Facebook has placed the creation of a kids’ version of Instagram, aimed at youngsters under the age of 13, on hold in order to address concerns about the vulnerability of younger users.
Facebook stated on Monday (Sept. 27) that it is delaying the launch of Instagram Kids, a version of the popular photo-sharing app aimed at children under the age of 13.
Why it matters: Facebook has received backlash since the Wall Street Journal published a report that showed the company knew it’s Instagram app is harmful to teenagers.
- In May, almost 50 attorneys general sent a letter to Facebook CEO Mark Zuckerberg asking him to abandon plans to create a platform for kids under 13, citing mental health and privacy concerns, per CNN.
The big picture: Facebook has drawn criticism for continuing its efforts to get more kids to join Instagram, CNBC reports.
- Adam Mosseri, head of Instagram, responded to those concerns in a blog post, saying, “kids are already online,” so platforms more age-appropriate for children between the ages of 10 and 12 should be developed
By the numbers: The Journal revealed that Facebook was aware that, among teenage users, 13% of British users and 6% of American users traced the desire to kill themselves to Instagram.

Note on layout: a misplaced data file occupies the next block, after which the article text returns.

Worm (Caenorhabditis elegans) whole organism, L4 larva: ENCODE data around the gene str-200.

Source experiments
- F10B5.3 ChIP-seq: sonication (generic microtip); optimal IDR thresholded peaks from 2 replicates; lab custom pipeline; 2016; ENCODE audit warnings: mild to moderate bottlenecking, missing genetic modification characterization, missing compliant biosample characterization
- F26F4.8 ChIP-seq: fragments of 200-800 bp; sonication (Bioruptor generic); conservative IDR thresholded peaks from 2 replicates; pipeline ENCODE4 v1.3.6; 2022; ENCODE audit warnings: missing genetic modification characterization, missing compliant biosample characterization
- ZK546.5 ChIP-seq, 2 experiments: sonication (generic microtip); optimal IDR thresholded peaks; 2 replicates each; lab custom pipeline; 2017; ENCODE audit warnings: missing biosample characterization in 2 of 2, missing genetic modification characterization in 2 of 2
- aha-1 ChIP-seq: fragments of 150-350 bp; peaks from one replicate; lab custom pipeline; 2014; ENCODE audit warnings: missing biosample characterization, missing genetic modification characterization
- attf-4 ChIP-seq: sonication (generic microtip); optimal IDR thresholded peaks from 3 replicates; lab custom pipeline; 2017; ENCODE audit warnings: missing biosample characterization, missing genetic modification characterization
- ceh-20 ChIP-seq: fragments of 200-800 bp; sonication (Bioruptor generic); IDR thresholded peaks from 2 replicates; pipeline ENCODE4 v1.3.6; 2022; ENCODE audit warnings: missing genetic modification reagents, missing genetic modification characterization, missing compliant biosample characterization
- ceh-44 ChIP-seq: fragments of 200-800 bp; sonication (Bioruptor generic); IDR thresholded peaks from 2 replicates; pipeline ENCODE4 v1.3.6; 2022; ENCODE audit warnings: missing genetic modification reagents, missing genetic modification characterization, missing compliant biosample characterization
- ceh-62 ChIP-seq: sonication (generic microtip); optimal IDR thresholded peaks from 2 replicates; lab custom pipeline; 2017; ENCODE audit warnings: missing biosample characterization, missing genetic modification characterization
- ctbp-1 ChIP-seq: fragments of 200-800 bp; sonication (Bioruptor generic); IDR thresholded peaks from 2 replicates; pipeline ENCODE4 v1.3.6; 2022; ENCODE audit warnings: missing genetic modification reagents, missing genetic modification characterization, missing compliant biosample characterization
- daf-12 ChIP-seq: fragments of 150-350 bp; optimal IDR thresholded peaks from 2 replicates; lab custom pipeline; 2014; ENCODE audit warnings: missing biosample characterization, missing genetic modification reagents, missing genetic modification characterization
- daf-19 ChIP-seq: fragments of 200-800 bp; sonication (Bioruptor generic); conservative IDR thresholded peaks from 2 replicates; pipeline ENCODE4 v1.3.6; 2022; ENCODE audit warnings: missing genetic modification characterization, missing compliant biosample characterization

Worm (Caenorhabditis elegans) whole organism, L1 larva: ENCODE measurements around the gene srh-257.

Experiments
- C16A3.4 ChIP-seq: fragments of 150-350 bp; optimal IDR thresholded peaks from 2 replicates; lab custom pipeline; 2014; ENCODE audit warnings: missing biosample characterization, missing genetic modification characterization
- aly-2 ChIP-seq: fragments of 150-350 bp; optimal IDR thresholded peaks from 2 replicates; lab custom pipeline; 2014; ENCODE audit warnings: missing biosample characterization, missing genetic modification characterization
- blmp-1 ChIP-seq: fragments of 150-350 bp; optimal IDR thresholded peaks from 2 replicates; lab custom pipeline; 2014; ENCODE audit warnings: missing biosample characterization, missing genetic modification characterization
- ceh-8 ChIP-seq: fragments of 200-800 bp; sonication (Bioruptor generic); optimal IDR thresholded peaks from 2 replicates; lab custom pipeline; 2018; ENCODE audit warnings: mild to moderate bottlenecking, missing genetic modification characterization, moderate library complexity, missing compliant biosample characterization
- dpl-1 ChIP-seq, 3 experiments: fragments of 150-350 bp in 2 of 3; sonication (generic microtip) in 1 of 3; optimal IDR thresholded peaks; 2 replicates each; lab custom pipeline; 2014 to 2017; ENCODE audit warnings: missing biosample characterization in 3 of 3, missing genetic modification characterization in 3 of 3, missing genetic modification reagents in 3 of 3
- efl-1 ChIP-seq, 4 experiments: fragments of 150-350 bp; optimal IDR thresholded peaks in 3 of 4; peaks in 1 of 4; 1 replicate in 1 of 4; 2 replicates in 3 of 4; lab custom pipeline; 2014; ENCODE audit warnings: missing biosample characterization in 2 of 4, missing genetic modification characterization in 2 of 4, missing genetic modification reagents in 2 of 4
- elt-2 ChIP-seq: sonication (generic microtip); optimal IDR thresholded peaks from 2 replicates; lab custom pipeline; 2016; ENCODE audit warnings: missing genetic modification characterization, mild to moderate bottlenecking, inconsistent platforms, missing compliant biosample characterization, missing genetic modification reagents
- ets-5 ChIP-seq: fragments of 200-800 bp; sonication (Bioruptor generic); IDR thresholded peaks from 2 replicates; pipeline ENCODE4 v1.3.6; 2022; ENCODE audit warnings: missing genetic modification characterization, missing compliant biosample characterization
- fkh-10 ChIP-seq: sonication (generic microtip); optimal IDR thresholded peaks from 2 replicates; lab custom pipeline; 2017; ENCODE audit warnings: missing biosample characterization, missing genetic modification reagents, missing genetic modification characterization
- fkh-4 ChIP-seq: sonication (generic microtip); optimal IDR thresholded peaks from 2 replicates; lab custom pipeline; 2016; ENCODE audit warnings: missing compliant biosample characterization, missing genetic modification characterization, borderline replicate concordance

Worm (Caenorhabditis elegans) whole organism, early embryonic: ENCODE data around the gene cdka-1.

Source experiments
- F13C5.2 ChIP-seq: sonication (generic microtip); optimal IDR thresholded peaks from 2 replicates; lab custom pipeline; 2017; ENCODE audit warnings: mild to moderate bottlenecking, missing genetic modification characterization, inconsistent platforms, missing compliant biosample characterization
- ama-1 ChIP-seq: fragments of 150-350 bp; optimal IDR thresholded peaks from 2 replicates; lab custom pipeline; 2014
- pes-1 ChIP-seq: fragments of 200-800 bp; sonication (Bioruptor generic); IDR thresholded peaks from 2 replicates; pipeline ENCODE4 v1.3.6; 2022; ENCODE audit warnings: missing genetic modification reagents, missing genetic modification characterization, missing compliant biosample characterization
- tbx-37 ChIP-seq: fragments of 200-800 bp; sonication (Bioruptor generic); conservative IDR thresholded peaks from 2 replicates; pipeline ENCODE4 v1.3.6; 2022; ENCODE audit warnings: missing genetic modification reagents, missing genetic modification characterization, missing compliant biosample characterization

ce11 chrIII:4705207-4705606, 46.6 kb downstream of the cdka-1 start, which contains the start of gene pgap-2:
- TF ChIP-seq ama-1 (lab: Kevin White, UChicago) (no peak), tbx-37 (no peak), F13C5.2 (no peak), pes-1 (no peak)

What they’re saying: “While we stand by the need to develop this experience, we’ve decided to pause this project. This will give us time to work with parents, experts, policymakers and regulators, to listen to their concerns, and to demonstrate the value and importance of this project for younger teens online today,” Mosseri said.
- Mosseri also addressed WSJ’s report, saying that he does not “agree with how the Journal has reported on our research.”
- He added that the company announced last week that it is exploring ideas to address Instagram’s negative mental health effects: encouraging people to look at other content if they dwell on posts that can be harmful and adding a feature that gives people the option to pause their accounts to “take a moment to consider whether the time they’re spending is meaningful.”
Details: The company said it is continuing to develop its work to develop features that will allow parents to oversee their children’s accounts. However, it added that further details would be released “in the coming months.”
What’s next: The Senate is scheduled to hold a hearing on Thursday to address “Facebook’s research into the impact of its apps on young audiences, its actions to address threats to these users, and policy considerations to safeguard kids online.”
- Sens. Richard Blumenthal (D-Conn.) and Marsha Blackburn (R-Tenn.) said in a joint statement that Facebook was “incapable of holding itself accountable.”